Poem: Death of a Tree

By: Ruth Deming


She stood at attention watching the cars along Terwood Road
Each year she grew a little taller
better views
the snowman with the silly stick arms
the covered over swimming pool
awaiting its day

Tulip Tree took it all in
standing guard
Never complaining,
she laughed when the squirrels built their many-chambered nests
in her topmost branches

She had but one wish she kept to herself.
If only I had feet, so I could stroll across the road and see how people and animals move about.
My pretty leaves, like hair, would wave about as this giantess moves with the grace of a flower.

Come a stormy day, she got her wish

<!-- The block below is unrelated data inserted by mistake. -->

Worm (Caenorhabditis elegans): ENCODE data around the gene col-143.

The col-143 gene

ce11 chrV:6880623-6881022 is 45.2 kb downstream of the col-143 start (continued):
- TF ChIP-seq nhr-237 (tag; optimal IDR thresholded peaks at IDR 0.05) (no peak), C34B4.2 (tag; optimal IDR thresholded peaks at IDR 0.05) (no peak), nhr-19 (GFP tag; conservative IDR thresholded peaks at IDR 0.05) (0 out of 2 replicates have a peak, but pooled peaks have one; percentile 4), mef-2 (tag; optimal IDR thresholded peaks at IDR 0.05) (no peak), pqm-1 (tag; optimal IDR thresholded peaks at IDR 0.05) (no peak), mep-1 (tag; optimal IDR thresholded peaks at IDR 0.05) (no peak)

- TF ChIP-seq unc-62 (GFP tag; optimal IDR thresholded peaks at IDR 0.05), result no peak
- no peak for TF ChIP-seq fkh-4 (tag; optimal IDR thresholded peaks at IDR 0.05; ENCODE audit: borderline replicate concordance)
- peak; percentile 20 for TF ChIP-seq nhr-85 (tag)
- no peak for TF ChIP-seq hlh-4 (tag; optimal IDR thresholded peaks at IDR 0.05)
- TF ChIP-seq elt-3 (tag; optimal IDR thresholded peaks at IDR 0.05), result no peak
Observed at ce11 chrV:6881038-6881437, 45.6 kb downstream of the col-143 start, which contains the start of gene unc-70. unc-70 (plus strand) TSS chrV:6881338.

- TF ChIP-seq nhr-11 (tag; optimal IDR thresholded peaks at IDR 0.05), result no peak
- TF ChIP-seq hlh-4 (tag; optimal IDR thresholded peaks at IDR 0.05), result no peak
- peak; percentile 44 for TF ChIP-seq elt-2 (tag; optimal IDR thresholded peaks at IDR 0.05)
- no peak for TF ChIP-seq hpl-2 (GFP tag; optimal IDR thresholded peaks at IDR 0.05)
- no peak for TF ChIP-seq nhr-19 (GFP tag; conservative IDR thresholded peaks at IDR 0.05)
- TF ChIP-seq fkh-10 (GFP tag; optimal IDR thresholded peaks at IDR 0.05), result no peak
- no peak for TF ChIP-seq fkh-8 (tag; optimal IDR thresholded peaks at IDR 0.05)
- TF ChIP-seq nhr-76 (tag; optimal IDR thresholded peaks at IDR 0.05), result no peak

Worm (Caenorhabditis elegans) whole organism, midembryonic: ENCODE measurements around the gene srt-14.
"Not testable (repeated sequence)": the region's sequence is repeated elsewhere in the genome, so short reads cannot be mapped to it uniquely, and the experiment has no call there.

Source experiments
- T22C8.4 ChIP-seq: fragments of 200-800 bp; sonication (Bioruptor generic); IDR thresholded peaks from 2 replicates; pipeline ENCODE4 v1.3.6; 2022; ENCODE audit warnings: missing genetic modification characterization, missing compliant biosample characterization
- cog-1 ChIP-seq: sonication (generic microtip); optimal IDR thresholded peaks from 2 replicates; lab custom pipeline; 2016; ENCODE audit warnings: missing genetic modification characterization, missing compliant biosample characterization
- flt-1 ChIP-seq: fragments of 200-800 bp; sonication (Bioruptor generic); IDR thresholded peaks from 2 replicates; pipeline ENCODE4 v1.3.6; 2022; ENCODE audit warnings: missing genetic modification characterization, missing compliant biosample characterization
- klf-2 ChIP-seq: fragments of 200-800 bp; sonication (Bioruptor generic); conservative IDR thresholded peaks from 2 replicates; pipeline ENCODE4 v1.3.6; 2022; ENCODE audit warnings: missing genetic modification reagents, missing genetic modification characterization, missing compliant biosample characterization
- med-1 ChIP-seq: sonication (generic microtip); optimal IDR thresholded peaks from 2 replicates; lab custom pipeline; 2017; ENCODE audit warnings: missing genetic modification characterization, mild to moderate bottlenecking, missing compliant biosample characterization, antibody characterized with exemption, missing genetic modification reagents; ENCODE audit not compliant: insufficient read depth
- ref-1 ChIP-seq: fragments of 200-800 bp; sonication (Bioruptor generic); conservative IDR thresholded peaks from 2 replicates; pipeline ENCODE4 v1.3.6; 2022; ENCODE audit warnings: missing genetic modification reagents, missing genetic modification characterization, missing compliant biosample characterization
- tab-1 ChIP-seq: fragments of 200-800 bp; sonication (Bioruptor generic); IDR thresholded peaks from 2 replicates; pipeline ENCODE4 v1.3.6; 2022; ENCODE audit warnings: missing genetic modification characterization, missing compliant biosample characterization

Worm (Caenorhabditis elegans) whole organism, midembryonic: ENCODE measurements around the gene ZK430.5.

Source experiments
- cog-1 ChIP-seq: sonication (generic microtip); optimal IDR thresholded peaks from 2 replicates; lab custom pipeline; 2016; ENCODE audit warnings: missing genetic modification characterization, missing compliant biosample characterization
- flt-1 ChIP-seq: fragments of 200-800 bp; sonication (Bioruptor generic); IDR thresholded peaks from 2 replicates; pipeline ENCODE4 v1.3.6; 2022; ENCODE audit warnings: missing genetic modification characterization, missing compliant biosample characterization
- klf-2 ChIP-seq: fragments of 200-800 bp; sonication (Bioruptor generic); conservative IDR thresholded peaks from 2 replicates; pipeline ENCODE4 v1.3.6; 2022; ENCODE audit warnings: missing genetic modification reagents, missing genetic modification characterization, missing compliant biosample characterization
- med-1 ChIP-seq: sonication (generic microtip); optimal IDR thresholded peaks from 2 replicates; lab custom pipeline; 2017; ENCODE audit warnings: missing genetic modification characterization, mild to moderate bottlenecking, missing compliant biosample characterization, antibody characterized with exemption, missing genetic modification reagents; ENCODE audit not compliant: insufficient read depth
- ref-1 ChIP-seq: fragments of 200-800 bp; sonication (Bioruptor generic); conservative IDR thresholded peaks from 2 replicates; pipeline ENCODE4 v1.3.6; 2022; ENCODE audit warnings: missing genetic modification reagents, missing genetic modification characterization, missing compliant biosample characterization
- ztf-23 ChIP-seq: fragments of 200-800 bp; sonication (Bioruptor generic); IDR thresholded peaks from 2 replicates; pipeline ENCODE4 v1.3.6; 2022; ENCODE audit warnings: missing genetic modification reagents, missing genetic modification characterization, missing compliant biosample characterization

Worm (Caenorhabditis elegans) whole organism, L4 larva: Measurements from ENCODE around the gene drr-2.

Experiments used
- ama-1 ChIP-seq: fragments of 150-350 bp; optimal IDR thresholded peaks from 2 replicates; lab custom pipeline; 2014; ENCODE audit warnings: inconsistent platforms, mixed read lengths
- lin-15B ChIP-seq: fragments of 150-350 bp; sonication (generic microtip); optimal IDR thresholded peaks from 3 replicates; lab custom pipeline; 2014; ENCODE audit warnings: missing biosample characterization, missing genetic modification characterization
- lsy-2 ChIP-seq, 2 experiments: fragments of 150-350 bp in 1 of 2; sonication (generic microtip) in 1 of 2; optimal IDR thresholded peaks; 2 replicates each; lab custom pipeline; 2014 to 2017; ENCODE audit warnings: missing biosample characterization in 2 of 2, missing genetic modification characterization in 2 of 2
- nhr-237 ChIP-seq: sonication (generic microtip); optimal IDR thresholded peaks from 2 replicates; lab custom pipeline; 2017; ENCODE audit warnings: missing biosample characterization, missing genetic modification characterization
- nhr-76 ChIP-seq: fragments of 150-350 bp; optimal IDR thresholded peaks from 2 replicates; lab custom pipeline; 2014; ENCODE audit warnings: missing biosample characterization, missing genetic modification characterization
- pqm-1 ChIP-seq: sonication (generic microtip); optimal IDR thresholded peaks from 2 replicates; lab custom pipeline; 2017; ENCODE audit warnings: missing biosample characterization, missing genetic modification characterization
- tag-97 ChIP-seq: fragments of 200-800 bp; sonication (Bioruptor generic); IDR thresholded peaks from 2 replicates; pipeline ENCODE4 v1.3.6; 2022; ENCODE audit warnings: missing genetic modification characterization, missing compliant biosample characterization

She laughed, she cried, she howled
Titanic winds tore at her skirt
“I’m falling, I’m falling,” she cried,
and in those moments of agony
as her feet uprooted from mother earth
she witnessed the world,
a child taking its first steps,
and fell with a thump
in the middle of the street.
Dead, but beautiful still.


Categories: Poetry

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